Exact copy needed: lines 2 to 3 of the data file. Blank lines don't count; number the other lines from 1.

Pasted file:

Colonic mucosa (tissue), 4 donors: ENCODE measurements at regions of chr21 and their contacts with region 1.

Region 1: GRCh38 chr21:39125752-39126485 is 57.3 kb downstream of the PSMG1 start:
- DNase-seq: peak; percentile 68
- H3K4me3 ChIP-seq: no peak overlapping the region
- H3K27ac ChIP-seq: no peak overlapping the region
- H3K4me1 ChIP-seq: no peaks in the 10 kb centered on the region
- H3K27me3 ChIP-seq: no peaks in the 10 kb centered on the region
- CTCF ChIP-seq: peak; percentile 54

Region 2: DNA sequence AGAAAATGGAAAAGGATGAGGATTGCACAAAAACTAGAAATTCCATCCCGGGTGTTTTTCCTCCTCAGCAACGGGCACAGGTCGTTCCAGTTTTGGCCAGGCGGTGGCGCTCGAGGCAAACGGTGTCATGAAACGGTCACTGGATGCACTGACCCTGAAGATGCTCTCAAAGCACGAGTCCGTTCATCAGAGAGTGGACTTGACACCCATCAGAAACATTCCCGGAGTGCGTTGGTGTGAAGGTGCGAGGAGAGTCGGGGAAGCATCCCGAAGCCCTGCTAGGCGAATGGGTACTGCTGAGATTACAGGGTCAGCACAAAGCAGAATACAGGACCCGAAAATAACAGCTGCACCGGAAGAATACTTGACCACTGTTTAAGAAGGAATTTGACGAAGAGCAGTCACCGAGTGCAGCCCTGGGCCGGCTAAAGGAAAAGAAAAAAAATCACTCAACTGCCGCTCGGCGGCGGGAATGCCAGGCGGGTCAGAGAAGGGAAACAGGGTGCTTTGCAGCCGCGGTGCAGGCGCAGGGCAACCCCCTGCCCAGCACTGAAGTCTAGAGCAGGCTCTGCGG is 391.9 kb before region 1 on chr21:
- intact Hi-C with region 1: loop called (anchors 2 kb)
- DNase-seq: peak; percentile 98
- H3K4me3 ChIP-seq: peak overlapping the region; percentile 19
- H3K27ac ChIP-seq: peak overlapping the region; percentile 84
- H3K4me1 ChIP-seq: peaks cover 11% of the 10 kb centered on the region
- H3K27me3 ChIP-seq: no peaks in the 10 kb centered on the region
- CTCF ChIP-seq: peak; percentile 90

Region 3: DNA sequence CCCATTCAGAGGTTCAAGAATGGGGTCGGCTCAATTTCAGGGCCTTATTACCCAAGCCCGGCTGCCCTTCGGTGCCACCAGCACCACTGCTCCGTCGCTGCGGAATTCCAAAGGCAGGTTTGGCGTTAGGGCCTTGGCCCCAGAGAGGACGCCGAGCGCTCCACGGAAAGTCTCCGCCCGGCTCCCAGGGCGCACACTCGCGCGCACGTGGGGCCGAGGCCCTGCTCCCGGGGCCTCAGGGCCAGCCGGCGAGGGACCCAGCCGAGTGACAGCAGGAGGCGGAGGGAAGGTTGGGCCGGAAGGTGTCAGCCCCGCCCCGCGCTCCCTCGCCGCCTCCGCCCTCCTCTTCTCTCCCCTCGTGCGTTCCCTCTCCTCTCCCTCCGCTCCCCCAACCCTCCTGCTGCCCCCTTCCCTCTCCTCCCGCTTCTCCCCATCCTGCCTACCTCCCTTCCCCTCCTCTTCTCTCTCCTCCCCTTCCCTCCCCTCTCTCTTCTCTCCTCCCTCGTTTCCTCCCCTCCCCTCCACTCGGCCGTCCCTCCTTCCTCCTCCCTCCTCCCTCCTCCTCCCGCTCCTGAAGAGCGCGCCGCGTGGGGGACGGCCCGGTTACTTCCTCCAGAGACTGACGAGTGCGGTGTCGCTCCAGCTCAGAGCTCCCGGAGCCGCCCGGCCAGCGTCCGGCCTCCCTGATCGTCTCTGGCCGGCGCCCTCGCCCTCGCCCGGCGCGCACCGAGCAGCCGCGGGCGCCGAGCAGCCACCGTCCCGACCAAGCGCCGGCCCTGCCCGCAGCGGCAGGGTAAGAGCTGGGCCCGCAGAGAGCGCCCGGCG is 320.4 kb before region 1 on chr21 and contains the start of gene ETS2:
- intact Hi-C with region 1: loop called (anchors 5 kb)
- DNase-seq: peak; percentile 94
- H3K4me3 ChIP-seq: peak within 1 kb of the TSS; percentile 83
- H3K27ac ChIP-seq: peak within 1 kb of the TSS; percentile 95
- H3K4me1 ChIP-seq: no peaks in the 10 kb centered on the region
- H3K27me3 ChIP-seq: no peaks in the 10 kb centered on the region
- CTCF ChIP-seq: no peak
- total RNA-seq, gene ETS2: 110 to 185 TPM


Region 1: GRCh38 chr21:39125752-39126485 is 57.3 kb downstream of the PSMG1 start:
- DNase-seq: peak; percentile 68